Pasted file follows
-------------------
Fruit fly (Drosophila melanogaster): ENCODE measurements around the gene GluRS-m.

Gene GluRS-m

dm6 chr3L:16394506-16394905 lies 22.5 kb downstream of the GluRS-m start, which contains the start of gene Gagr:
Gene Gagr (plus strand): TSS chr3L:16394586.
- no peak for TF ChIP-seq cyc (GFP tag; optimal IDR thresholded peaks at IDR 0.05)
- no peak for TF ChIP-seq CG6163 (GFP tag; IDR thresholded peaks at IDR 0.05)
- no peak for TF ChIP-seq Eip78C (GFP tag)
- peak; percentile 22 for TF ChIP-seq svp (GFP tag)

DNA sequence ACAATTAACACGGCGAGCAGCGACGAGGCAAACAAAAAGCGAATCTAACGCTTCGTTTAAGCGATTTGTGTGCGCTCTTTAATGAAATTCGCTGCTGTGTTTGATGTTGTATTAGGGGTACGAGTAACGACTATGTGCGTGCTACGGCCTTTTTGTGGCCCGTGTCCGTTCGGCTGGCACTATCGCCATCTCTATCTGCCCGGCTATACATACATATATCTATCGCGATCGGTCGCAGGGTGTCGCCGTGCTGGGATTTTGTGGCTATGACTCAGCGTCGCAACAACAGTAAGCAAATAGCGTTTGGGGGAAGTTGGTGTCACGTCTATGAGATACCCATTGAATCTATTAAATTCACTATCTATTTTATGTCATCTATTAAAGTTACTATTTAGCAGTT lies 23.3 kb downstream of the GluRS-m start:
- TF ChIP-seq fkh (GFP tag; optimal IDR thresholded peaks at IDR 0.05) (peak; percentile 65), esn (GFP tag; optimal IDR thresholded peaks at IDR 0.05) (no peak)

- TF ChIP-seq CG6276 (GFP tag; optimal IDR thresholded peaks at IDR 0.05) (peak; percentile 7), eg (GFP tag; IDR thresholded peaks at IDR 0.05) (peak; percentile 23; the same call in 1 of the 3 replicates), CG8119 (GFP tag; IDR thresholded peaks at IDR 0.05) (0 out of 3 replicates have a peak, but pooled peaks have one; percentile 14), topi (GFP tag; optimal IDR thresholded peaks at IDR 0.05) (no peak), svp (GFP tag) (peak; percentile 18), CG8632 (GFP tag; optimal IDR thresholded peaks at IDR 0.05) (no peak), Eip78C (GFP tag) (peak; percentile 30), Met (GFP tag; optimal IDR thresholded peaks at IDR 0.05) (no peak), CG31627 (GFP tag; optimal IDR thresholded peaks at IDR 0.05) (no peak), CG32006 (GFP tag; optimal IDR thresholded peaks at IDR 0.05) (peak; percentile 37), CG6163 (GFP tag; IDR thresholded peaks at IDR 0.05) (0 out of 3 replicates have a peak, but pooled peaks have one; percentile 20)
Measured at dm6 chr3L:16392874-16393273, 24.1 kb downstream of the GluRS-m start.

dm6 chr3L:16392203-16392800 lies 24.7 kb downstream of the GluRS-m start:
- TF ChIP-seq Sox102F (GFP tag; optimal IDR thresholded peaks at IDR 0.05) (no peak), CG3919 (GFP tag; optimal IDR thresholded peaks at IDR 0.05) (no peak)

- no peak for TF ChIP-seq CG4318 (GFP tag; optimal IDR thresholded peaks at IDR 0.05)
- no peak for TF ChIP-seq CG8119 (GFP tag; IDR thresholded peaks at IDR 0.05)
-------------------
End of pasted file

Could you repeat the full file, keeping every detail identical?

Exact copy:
Fruit fly (Drosophila melanogaster): ENCODE measurements around the gene GluRS-m.

Gene GluRS-m

dm6 chr3L:16394506-16394905 lies 22.5 kb downstream of the GluRS-m start, which contains the start of gene Gagr:
Gene Gagr (plus strand): TSS chr3L:16394586.
- no peak for TF ChIP-seq cyc (GFP tag; optimal IDR thresholded peaks at IDR 0.05)
- no peak for TF ChIP-seq CG6163 (GFP tag; IDR thresholded peaks at IDR 0.05)
- no peak for TF ChIP-seq Eip78C (GFP tag)
- peak; percentile 22 for TF ChIP-seq svp (GFP tag)

DNA sequence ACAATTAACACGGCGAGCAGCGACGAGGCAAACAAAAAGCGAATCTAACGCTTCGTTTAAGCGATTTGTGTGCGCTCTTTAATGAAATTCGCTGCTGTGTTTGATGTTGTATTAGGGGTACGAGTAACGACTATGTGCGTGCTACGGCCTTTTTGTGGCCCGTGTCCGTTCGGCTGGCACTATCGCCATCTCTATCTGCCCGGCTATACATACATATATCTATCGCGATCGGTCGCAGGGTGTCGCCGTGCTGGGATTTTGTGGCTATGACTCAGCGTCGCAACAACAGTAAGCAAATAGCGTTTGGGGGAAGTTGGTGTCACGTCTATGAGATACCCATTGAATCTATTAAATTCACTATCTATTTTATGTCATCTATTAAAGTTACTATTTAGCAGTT lies 23.3 kb downstream of the GluRS-m start:
- TF ChIP-seq fkh (GFP tag; optimal IDR thresholded peaks at IDR 0.05) (peak; percentile 65), esn (GFP tag; optimal IDR thresholded peaks at IDR 0.05) (no peak)

- TF ChIP-seq CG6276 (GFP tag; optimal IDR thresholded peaks at IDR 0.05) (peak; percentile 7), eg (GFP tag; IDR thresholded peaks at IDR 0.05) (peak; percentile 23; the same call in 1 of the 3 replicates), CG8119 (GFP tag; IDR thresholded peaks at IDR 0.05) (0 out of 3 replicates have a peak, but pooled peaks have one; percentile 14), topi (GFP tag; optimal IDR thresholded peaks at IDR 0.05) (no peak), svp (GFP tag) (peak; percentile 18), CG8632 (GFP tag; optimal IDR thresholded peaks at IDR 0.05) (no peak), Eip78C (GFP tag) (peak; percentile 30), Met (GFP tag; optimal IDR thresholded peaks at IDR 0.05) (no peak), CG31627 (GFP tag; optimal IDR thresholded peaks at IDR 0.05) (no peak), CG32006 (GFP tag; optimal IDR thresholded peaks at IDR 0.05) (peak; percentile 37), CG6163 (GFP tag; IDR thresholded peaks at IDR 0.05) (0 out of 3 replicates have a peak, but pooled peaks have one; percentile 20)
Measured at dm6 chr3L:16392874-16393273, 24.1 kb downstream of the GluRS-m start.

dm6 chr3L:16392203-16392800 lies 24.7 kb downstream of the GluRS-m start:
- TF ChIP-seq Sox102F (GFP tag; optimal IDR thresholded peaks at IDR 0.05) (no peak), CG3919 (GFP tag; optimal IDR thresholded peaks at IDR 0.05) (no peak)

- no peak for TF ChIP-seq CG4318 (GFP tag; optimal IDR thresholded peaks at IDR 0.05)
- no peak for TF ChIP-seq CG8119 (GFP tag; IDR thresholded peaks at IDR 0.05)